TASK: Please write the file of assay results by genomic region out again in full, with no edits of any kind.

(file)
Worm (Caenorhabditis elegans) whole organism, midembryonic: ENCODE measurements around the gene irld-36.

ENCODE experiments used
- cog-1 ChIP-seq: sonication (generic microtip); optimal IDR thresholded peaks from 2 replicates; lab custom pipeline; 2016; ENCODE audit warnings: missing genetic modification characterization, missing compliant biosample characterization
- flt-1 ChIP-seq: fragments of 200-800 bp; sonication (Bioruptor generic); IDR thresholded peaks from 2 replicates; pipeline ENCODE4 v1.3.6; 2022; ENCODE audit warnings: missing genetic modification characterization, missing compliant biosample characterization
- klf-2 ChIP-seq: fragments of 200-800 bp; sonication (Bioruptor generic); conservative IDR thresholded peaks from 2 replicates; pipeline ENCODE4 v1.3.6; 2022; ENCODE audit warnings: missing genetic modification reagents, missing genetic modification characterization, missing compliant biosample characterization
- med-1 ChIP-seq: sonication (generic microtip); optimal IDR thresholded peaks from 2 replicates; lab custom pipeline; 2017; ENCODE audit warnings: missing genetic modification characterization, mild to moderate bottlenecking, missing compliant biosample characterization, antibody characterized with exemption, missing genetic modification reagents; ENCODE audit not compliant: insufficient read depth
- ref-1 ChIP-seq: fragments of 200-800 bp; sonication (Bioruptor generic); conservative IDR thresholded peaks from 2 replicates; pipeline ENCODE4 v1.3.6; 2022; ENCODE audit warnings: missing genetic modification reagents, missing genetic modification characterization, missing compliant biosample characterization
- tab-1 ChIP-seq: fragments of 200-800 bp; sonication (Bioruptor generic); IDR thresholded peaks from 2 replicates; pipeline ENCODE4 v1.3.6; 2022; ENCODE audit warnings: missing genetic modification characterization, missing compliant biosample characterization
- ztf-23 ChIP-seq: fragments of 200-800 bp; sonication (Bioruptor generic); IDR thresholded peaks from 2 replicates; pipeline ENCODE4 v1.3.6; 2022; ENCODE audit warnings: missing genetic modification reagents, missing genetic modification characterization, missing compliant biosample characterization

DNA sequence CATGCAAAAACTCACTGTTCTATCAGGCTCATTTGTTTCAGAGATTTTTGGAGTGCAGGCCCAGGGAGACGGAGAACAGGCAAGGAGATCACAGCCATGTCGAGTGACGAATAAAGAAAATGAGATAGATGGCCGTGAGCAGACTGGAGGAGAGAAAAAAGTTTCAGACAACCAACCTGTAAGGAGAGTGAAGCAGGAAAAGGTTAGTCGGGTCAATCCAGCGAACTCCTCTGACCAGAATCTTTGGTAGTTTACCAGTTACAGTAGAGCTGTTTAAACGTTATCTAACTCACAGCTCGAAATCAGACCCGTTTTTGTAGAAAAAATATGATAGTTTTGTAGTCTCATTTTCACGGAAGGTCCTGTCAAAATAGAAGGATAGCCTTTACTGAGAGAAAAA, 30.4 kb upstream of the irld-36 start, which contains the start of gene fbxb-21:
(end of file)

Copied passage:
Worm (Caenorhabditis elegans) whole organism, midembryonic: ENCODE measurements around the gene irld-36.

ENCODE experiments used
- cog-1 ChIP-seq: sonication (generic microtip); optimal IDR thresholded peaks from 2 replicates; lab custom pipeline; 2016; ENCODE audit warnings: missing genetic modification characterization, missing compliant biosample characterization
- flt-1 ChIP-seq: fragments of 200-800 bp; sonication (Bioruptor generic); IDR thresholded peaks from 2 replicates; pipeline ENCODE4 v1.3.6; 2022; ENCODE audit warnings: missing genetic modification characterization, missing compliant biosample characterization
- klf-2 ChIP-seq: fragments of 200-800 bp; sonication (Bioruptor generic); conservative IDR thresholded peaks from 2 replicates; pipeline ENCODE4 v1.3.6; 2022; ENCODE audit warnings: missing genetic modification reagents, missing genetic modification characterization, missing compliant biosample characterization
- med-1 ChIP-seq: sonication (generic microtip); optimal IDR thresholded peaks from 2 replicates; lab custom pipeline; 2017; ENCODE audit warnings: missing genetic modification characterization, mild to moderate bottlenecking, missing compliant biosample characterization, antibody characterized with exemption, missing genetic modification reagents; ENCODE audit not compliant: insufficient read depth
- ref-1 ChIP-seq: fragments of 200-800 bp; sonication (Bioruptor generic); conservative IDR thresholded peaks from 2 replicates; pipeline ENCODE4 v1.3.6; 2022; ENCODE audit warnings: missing genetic modification reagents, missing genetic modification characterization, missing compliant biosample characterization
- tab-1 ChIP-seq: fragments of 200-800 bp; sonication (Bioruptor generic); IDR thresholded peaks from 2 replicates; pipeline ENCODE4 v1.3.6; 2022; ENCODE audit warnings: missing genetic modification characterization, missing compliant biosample characterization
- ztf-23 ChIP-seq: fragments of 200-800 bp; sonication (Bioruptor generic); IDR thresholded peaks from 2 replicates; pipeline ENCODE4 v1.3.6; 2022; ENCODE audit warnings: missing genetic modification reagents, missing genetic modification characterization, missing compliant biosample characterization

DNA sequence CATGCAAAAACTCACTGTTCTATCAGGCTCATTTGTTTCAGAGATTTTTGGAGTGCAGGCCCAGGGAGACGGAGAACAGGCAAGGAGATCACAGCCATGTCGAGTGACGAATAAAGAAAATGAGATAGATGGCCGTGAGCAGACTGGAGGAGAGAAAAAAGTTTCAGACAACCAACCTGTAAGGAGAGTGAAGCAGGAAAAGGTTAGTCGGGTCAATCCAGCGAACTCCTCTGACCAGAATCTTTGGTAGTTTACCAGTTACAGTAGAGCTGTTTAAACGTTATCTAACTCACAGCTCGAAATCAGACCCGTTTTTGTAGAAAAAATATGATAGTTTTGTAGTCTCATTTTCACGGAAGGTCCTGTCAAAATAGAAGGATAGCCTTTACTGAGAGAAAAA, 30.4 kb upstream of the irld-36 start, which contains the start of gene fbxb-21: